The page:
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Hawaii airlifters return from infant-medevac mission

204th Airlift Squadron Airmen, Master Sgt. Brandon Sarceda, Senior Master Sgt. Kale Barney, Maj. Kalei Ho’opai, Capt. Justin Sato, Tech. Sgt. Sean Chang, and a member of the 535th AS, 1st Lt. Andrew Lightsinn, celebrate their arrival at Joint Base Pearl Harbor-Hickam, Hawaii, March 31, after completing a 41-hour aeromedical-evacuation mission.

204th Airlift Squadron Airmen, Master Sgt. Brandon Sarceda, Senior Master Sgt. Kale Barney, Maj. Kalei Ho’opai, Capt. Justin Sato, Tech. Sgt. Sean Chang, and a member of the 535th AS, 1st Lt. Andrew Lightsinn, celebrate their arrival at Joint Base Pearl Harbor-Hickam, Hawaii, March 31, after completing a 41-hour aeromedical-evacuation mission. The crew transported prematurely born twins from Osan Air Base, Republic of Korea, to Joint Base Andrews, Maryland, culminating in care at Walter Reed National Military Medical Center for advanced care. (U.S. Air National Guard photo by Senior Airman John Linzmeier)

JOINT BASE PEARL HARBOR-HICKAM, Hawaii --

An aircrew from the 204th Airlift Squadron returned home March 31, after completing a 41-hour aeromedical-evacuation mission which brought prematurely born twins to higher medical care.

The twins, Parker and Laine McFall, were born February 17 at 30 weeks in Daegu’s Yeungnam Medical University Medical Center, Republic of Korea, near their family’s U.S. Army home station. Without an available neonatal care facility at any military hospitals within the region, the only option was to transport them to Walter Reed National Military Medical Center in Maryland, nearly 7,000 miles away.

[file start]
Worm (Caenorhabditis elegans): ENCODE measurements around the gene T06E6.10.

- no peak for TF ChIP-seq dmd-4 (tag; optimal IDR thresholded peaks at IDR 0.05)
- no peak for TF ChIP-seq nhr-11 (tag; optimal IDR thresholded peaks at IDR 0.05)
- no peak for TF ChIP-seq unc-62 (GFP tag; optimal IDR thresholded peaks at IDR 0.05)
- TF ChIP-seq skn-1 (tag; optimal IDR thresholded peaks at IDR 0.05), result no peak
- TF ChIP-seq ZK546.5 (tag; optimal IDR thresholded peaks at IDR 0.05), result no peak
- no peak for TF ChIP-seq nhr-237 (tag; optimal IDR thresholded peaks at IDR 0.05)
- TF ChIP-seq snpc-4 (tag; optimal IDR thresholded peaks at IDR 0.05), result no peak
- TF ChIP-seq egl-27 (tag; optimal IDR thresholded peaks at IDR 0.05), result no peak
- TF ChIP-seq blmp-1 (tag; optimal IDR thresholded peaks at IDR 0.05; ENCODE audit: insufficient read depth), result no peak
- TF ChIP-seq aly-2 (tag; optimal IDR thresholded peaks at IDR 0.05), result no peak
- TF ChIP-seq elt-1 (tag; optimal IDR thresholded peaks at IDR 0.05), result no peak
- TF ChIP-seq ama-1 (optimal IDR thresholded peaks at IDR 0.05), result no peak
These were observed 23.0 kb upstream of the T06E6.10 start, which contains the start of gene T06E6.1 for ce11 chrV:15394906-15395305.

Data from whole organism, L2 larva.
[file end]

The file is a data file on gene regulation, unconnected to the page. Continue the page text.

In order to safely make the journey from South Korea to the east coast, the airlift crew, comprised of Hawaii Air National Guard Airmen and a pilot from the 15th Wing, stopped at Kadena Air Base, Japan, where Neonatal Critical Care Air Transport Team and equipment was loaded onto their C-17 Loadmaster III.

Both, the medically augmented airlift team and the McFall family converged at Osan Air Base, ROK. Prior to boarding the aircraft, the family was medically cleared and protected from the ongoing COVID-19 outbreak.

While airlift professionals are trained to carry out each mission with the same high-levels of focus, one loadmaster found himself to be more inspired than usual. Master Sgt. Brandon Sarceda, a father of two prematurely born twins, had lived through the same crisis and couldn’t help his feelings of empathy and nostalgia. Sarceda said he hoped that sharing his personal story with the McFall family would help encourage them throughout the ordeal.

“Seeing how delicate this mission was, yeah, it really hit me when I spoke to the father, which reminded me of us back when,” said Sarceda. “But once again, we all pushed that to the side, did the job, carried and pushed some heavy equipment up and down that ramp.”

The C-17 and its precious cargo departed for Maryland March 29, with a fuel stop at Joint Base Elmendorf-Richardson, Alsaska. Within 16 and-a-half hours of leaving South Korea, the McFall family finally arrived at Joint Base Andrews, a short drive away from the Walter Reed Medical Center, where long-term neonatal care awaits.

At the helm of the aircraft, Capt. Justin Sato, 204th AS pilot, said he also related to strong family values as the mission was carried out.

“I think for any aeromedical mission we always want to help in any way possible,” said Sato. “I try to take it from a perspective of ‘what if that was my family’ and that always motivates me to get the job done.”

While the fundamental aspects of training missions and real-world missions are more-or-less the same for aircrew, it’s moments that impact lives which make it all worthwhile.

“As far as execution goes,” said Sarceda, “this mission is no different than any other mission throughout my career; a little more ‘chicken-skin,’ yes, but we somehow manage to push aside all that, and finish strong. This is our job, zero tolerance for error, and this is what Pueos live for.”